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High profile cyclist incidents underline importance of Road Safety Week
Recent incidents involving high profile cyclists have highlighted the need for more to be done to improve safety on our roads according to one expert – and just in time for National Road Safety Week.
Joanna Bailey, a partner with Fentons Solicitors LLP who specialises in road collision injury cases, said as National Road Safety Week begins today (Monday, 19 November) - highlighting the worryingly high number of those that are killed or seriously injured through collisions - the recent headline-grabbing cyclist incidents had again put into question just how safe our roads are.
“According to the Department for Transport’s latest annual report, the number of UK cyclists killed or seriously injured has risen by 15% on the previous year,” said Joanna. “Part of the reason for this is that the number of cyclists on our roads has increased. Obviously that is to some degree down to the tremendous success of the British Olympic team, as well as because it’s a great way to get to work and to keep fit. But unfortunately as the number of cyclists on the roads has increased, so too has the number of serious injuries.”
Joanna, who for many years has specialised in helping the victims and families of victims affected by serious road collisions, said that cyclists will invariably come off worse if they’re involved in a collision.
“The recent high profile incidents have served to underline the fact that road safety is a massively important issue for everyone who uses the road, regardless of your experience or skill, and clearly more needs to be done to protect road users,” said Joanna. “We have long supported calls for measures to improve cyclists' safety, such as more widespread 20mph limits, more traffic-free and segregated cycle lanes - especially on key commuter routes - and awareness campaigns aimed at educating both cyclists and motorists in how they can share the limited road space we have.
“But we can all do more to make the roads safer. We’ve spent our entire driving lives developing bad habits, which is why I always say that the one test none of us ever want to take again is the driving test. If we’re being honest, most of us know we would fail.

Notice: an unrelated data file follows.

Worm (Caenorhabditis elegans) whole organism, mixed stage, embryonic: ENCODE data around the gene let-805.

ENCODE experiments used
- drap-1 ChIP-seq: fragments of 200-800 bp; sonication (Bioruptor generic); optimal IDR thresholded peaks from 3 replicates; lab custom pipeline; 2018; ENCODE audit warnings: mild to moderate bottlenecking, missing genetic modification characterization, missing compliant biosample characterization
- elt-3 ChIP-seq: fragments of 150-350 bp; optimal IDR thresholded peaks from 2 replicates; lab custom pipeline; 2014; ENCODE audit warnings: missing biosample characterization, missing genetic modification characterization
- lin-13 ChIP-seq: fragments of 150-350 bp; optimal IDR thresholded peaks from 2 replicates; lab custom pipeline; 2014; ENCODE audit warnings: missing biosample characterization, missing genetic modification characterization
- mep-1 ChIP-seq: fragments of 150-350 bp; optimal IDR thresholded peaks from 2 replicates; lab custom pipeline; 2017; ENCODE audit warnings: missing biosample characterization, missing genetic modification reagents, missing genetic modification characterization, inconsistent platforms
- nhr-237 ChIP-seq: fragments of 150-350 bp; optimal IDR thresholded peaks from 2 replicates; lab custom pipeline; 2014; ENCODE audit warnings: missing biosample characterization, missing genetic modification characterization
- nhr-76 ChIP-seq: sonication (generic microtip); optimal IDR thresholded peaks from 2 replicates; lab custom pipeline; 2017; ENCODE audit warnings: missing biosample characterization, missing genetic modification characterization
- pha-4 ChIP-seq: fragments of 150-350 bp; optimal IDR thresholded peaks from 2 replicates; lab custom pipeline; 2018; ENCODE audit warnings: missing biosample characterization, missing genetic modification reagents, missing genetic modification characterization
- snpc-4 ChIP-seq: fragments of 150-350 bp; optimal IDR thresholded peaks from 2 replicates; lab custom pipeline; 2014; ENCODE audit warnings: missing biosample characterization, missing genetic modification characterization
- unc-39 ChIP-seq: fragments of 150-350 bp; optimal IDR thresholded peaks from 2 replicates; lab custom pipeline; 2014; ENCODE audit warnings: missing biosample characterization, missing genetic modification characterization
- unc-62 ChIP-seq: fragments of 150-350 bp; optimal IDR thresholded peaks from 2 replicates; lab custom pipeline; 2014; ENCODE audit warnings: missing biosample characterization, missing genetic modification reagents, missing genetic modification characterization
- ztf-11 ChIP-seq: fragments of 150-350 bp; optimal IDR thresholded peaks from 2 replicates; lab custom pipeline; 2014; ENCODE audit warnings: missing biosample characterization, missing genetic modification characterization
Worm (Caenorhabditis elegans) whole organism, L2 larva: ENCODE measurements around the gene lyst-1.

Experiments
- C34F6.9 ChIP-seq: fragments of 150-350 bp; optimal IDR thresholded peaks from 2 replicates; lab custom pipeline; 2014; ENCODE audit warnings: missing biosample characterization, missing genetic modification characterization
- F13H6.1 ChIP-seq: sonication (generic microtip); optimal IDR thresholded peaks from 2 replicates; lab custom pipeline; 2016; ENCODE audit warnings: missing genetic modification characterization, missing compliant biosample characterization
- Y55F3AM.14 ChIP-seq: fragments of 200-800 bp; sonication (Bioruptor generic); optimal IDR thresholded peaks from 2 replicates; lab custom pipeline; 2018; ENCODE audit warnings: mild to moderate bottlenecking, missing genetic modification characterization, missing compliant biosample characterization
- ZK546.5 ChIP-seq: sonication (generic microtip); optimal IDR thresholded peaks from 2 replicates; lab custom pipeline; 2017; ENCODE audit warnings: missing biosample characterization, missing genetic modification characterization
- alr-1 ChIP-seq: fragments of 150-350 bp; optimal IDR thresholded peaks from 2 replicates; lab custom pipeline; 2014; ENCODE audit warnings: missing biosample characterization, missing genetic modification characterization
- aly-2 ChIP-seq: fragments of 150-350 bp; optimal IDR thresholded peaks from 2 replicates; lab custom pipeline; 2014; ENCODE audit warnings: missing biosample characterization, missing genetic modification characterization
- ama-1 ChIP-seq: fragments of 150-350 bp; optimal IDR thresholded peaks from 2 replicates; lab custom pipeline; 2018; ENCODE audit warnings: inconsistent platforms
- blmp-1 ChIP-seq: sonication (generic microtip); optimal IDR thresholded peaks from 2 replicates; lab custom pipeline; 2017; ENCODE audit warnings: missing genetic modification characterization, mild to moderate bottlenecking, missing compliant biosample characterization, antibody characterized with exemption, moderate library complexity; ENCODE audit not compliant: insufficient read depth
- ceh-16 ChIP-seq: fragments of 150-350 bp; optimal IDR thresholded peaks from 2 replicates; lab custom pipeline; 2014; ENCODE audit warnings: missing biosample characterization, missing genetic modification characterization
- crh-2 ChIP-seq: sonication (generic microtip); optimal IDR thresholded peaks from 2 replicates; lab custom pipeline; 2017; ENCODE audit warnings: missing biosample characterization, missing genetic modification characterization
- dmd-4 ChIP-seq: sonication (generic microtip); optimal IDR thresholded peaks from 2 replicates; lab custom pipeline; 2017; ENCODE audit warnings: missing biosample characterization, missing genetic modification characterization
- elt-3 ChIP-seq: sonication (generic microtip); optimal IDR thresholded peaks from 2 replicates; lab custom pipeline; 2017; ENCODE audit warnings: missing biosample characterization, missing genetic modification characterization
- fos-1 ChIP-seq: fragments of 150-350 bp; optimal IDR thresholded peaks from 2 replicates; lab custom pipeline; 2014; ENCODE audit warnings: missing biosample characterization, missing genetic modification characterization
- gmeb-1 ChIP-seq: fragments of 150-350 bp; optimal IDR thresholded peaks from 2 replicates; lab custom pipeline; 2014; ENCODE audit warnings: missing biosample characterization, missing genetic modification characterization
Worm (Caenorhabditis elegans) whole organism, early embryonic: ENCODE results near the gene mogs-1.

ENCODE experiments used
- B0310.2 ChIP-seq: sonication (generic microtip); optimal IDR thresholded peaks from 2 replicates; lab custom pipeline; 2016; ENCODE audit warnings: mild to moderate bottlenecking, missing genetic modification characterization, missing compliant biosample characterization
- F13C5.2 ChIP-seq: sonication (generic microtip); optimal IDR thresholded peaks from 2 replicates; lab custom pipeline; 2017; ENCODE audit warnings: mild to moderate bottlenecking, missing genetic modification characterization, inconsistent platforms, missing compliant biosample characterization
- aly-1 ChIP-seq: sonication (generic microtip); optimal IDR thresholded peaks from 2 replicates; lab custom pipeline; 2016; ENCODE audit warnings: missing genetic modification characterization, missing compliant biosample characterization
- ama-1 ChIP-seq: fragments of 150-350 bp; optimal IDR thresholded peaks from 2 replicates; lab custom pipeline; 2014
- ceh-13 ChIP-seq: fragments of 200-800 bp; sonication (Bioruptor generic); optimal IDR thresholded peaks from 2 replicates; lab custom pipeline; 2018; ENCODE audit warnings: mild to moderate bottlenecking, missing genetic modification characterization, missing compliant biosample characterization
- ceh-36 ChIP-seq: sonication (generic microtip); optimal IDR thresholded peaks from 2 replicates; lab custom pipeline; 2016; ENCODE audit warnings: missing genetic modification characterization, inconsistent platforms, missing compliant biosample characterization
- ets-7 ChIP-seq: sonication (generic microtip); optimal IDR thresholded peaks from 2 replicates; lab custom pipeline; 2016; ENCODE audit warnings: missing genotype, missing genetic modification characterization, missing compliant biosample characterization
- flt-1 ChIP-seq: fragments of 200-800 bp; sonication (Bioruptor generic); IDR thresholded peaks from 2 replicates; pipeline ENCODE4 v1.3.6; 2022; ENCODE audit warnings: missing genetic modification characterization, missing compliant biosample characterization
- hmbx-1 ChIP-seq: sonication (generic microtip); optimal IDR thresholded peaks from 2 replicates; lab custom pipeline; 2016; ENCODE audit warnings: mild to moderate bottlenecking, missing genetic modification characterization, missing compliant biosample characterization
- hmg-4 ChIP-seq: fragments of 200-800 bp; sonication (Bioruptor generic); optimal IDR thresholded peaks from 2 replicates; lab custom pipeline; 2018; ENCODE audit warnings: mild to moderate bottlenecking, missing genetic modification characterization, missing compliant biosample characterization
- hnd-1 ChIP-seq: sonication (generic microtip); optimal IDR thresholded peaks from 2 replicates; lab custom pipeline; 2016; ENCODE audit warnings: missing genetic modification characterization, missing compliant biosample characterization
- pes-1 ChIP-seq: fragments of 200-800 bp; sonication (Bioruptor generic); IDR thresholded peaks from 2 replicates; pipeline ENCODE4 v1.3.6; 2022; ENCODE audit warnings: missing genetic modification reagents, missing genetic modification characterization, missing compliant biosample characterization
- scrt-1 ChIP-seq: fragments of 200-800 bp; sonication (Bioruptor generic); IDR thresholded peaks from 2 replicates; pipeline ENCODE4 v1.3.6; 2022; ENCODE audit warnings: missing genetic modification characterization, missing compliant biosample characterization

“As road users we need to ensure we pay attention at all times,” she said. “That means not using our phones, watching our speed, and obviously not doing anything illegal such as drinking and driving or speeding.”
Whilst the latest Department for Transport figures* show that the number of collisions that occur is going down, unfortunately the number of those incidents that are either fatal or very serious has increased.
“The number of people killed or seriously injured on our roads last year was nearly 25,000 – that’s more than four times the capacity of the Velodrome at the London Olympics,” said Joanna. “Cycling is not inherently dangerous but like pedestrians, cyclists are more vulnerable and susceptible to serious injury than motorists. What we’ve seen is quite an alarming increase in the number of people that are being injured through a cycling collision.”
Joanna also stressed the importance of seeking specialist and independent advice in the event of a collision.
“Increasingly we’re being contacted by people who have already been offered a settlement by insurers, sometimes within days of being injured in a collision,” she said.
“But whilst the insurer of the vehicle that collided with you might be happy to look at any claim you put to them, they’re not under any obligation to tell you about all of the things that you are entitled to claim for. Many insurers will offer to settle an injury claim at a very early stage, but they might do that simply to bring the case to a finish, without you being able to be confident that you have secured the damages you need,” she warned.
“Victims only get one chance to make these claims and they need to be sure they’ve got the right advice, which is why getting somebody who is a specialist is so important.”
*Reported Road Casualties in Great Britain: 2011 Annual Report, Department for Transport
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